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RE: Evaluation Resource Suite

From: Shawn Lawton Henry <shawn@w3.org>
Date: Fri, 15 Oct 2004 10:57:07 -0500
To: "'EOWG'" <w3c-wai-eo@w3.org>
Cc: "'Judy Brewer'" <jbrewer@w3.org>, "'Alistair Garrison'" <alistair.garrison@accessinmind.com>
Message-ID: <003201c4b2cf$a025c220$86e5f118@SLHenry>

Alistair,

Thanks much for sharing your comments. Indeed we did discuss these very
points last week; although the discussion may not be easy to discern
from the minutes.

We discussed more clearly distinguishing three levels, where a
conformance or technical evaluation to the guidelines does not require
usability testing and a comprehensive evaluation does include usability
testing. We also discussed related points including that usability
testing should be incorporated throughout a design and evaluation
process; that the guidelines provide the basis for technical
accessibility; that usability testing is also important for "usable
accessibility"; that there are myths and misunderstandings about the
range of disabilities; etc.

I also share the concern that usability testing with participants with
disabilities is a complex issue and it will be challenging to figure out
how to appropriately cover it in this WAI resource.

I am confident that we will figure out an effective way to communicate
these important points through our process of editing, reviewing,
discussing, and revising within EOWG and with others.

Best regards,

~ Shawn


> -----Original Message-----
> From: w3c-wai-eo-request@w3.org 
> [mailto:w3c-wai-eo-request@w3.org] On Behalf Of Alistair Garrison
> Sent: Friday, October 15, 2004 10:22 AM
> To: EOWG; Judy Brewer
> Subject: Evaluation Resource Suite
> 
> 
> 
> Dear EOWG, 
> 
>  
> 
> I have read with interest the minutes from your 
> teleconference dated (minutes - 
> http://www.w3.org/WAI/EO/2004/1008.html), and was reminded of 
> the discussion we had about this topic in our Dublin 
> Face-To-Face last year (minutes - 
> http://www.w3.org/WAI/EO/2003/0905.html). 
> 
>  
> 
> Now, as then, I have certain concerns about the linking of 
> Conformance testing WCAG with Usability Testing (relating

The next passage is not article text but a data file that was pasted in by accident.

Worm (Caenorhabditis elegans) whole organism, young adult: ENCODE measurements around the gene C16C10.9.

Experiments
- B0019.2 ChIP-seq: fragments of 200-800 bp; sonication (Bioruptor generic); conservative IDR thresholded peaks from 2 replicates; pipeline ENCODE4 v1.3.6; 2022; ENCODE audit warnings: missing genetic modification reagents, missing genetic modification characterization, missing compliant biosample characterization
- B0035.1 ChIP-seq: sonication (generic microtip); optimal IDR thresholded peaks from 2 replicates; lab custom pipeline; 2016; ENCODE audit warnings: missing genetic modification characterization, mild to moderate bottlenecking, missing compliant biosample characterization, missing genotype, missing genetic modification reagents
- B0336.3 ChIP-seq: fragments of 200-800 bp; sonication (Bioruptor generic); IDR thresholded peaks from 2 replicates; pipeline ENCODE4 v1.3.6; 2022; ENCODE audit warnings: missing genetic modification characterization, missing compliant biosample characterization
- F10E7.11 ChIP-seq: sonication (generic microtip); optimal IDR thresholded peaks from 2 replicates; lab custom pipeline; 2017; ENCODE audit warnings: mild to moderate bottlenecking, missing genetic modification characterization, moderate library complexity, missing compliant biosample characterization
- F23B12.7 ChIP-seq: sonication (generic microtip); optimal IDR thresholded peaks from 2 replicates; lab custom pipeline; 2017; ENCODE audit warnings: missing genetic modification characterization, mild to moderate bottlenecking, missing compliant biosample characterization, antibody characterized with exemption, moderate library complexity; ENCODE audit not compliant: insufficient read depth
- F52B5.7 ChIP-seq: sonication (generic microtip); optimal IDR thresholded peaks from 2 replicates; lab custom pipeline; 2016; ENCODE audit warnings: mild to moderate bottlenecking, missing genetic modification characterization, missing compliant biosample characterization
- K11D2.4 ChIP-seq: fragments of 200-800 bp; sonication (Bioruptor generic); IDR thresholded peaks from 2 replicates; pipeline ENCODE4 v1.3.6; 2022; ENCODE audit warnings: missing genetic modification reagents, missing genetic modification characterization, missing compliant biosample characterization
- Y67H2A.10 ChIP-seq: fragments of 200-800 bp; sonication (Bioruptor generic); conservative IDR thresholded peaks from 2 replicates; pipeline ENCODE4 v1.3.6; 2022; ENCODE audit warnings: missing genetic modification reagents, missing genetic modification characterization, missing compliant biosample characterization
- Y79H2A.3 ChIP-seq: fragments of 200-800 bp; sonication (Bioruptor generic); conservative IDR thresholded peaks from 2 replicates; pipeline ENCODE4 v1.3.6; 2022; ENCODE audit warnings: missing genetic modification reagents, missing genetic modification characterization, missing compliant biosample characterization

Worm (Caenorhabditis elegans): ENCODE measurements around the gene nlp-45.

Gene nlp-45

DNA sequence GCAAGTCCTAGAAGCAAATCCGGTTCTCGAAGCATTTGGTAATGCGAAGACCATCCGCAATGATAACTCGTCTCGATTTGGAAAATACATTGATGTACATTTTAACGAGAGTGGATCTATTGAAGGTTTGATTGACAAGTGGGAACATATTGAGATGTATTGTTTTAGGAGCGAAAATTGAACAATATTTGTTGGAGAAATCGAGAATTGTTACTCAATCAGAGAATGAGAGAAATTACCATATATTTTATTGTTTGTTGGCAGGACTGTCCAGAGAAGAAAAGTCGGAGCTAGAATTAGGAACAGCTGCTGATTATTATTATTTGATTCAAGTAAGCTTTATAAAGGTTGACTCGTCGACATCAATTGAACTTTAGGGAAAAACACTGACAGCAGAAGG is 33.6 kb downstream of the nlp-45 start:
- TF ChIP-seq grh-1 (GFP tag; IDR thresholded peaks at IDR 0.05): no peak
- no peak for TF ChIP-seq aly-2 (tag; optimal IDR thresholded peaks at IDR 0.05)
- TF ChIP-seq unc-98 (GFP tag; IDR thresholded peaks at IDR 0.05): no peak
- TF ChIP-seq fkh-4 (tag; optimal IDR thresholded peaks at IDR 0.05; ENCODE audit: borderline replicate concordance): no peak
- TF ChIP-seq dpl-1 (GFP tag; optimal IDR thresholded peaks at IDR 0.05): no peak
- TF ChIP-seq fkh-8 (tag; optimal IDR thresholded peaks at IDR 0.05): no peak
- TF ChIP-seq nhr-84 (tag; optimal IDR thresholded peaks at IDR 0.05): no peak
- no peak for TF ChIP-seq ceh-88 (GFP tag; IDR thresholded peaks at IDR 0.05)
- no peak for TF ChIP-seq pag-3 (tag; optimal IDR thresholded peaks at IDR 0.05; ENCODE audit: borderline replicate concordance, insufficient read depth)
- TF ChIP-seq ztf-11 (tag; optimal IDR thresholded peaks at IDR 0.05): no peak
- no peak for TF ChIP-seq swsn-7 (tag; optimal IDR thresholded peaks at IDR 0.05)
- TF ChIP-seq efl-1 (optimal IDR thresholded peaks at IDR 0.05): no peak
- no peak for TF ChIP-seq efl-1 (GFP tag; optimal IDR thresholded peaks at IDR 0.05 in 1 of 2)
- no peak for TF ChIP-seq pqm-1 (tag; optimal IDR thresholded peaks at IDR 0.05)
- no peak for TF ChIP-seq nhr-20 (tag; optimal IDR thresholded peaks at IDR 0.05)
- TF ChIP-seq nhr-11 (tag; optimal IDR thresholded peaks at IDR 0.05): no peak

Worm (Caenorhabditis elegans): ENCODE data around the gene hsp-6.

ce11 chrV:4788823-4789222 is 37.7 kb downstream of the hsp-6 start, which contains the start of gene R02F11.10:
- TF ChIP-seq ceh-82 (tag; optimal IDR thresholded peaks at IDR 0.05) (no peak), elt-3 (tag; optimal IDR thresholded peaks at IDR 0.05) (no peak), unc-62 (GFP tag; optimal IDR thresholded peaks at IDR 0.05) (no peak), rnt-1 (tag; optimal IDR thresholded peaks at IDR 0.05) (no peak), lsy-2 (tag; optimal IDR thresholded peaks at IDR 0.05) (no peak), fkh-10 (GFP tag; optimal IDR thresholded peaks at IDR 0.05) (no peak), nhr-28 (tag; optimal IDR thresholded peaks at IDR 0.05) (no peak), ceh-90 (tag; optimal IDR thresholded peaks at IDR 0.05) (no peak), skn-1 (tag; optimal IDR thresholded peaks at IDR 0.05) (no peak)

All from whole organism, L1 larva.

> only to people with
> disabilities).    I felt I should write something when I read 
> an interview
> taken from "Accessibility study of bbc.co.uk: Problems faced 
> by users with disabilities" [PDF
> <http://www.bbc.co.uk/commissioning/newmedia/pdf/BBCi_Accessib
> ility_Study_7-
> 10-02.pdf>  file, 1.7 mb; DOC
> <http://www.bbc.co.uk/commissioning/newmedia/pdf/BBCi_Accessib
> ility_Study_7-
> 10-02.doc>  file, 2.2 mb]).  The specific extract is as follows.
> 
>  
> 
> S: Do you use guidelines such as the WAI, and if so how easy 
> and practical are they to adhere to?
> 
>  
> 
> U: We have automated scripts that validate our code before it 
> is published. But the guidelines fall a long way short from 
> being a recipe for an automatically accessible site. They 
> stop you from making glaring mistakes, but the majority of 
> the work is in designing good navigation.
> 
>  
> 
> S: Have you developed your own in house guidelines?
> 
>  
> 
> U: Not formally.
> 
>  
> 
> S: Do you test with users?
> 
>  
> 
> U: Always.  In addition, we employ a consultant (who uses a 
> screen reader) to review the sites that we build.  Having a 
> visually impaired user review the site makes more difference 
> than any amount of guideline following.  He sends us audio 
> tapes of the screen reader output, and I play these to the developers!
> 
>  
> 
> I am 110% behind the statement that usability testing is the 
> best way to provide a truly useable website for your users, 
> however, the point must be made that to undertake a proper 
> usability test requires a great deal of skill, time and 
> effort.  This is especially true when it comes to selecting 
> users that are truly representative of your target audience 
> (where attendance by people with disabilities in the target 
> audience should be strongly encouraged).  
> 
>  
> 
> The mistake which must be avoided is clearly shown in the 
> example above, by taking advice from this single 'disabled' 
> user (whose 'usability matrix' is clearly unknown i.e. all 
> those things that add or detract from their user experience 
> e.g. assistive technology, assistive technology set-up, 
> computer system, connection speed, level of experience, 
> disability, etc.) this company runs the risk of making 
> changes to their website (used by 1000s) that could 
> dramatically improve the user experience for some, but leave 
> others potentially worse off.
> 
>  
> 
> It is clear from reading such articles, that people have 
> forgotten (or never
> understood) the fact that the Guidelines are a collection of 
> improvements (from pan-disability organisations world-wide) 
> whose implementation will in all probability (and depending 
> on the level of Conformance) aid a large range of users with 
> disabilities.  
> 
>  
> 
> In light of this, I would encourage a more supportive message 
> to be sent out regarding the benefits of Conformance testing 
> 'Technical Accessibility', with a separate statement 
> suggesting that when usability testing is done for a website 
> all efforts should be made to include users from the target 
> audience who have disabilities. 
> 
>  
> 
> Very best regards 
> 
>  
> 
> Alistair 
> 
>  
> 
> Alistair Garrison, Managing Director
> 
> Accessinmind Limited UK Filial
> 
> +46 (8)44 65 287
> 
>  
> 
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Received on Friday, 15 October 2004 15:57:10 GMT

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